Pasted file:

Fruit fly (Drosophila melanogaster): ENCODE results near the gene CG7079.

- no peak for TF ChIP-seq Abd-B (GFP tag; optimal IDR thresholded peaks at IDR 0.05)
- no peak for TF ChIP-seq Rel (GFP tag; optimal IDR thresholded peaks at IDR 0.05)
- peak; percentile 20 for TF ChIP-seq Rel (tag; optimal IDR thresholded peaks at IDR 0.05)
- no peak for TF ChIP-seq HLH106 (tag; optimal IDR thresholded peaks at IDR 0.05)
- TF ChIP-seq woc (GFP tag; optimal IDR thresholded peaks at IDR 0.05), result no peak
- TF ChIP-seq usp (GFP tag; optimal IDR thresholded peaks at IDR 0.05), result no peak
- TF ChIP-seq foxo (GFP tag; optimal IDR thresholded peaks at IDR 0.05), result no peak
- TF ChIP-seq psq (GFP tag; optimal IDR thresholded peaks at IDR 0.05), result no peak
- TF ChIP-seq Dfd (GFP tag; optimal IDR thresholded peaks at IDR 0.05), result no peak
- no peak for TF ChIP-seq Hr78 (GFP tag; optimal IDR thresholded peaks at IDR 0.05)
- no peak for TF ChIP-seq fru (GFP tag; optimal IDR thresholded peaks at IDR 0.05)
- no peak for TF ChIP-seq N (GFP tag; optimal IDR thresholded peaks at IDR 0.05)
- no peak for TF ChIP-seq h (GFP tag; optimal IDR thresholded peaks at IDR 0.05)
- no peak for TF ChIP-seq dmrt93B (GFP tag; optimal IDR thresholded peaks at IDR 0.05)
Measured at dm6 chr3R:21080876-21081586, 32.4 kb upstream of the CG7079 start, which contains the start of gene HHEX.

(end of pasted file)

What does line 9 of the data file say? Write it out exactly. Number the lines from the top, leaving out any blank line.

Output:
- TF ChIP-seq psq (GFP tag; optimal IDR thresholded peaks at IDR 0.05), result no peak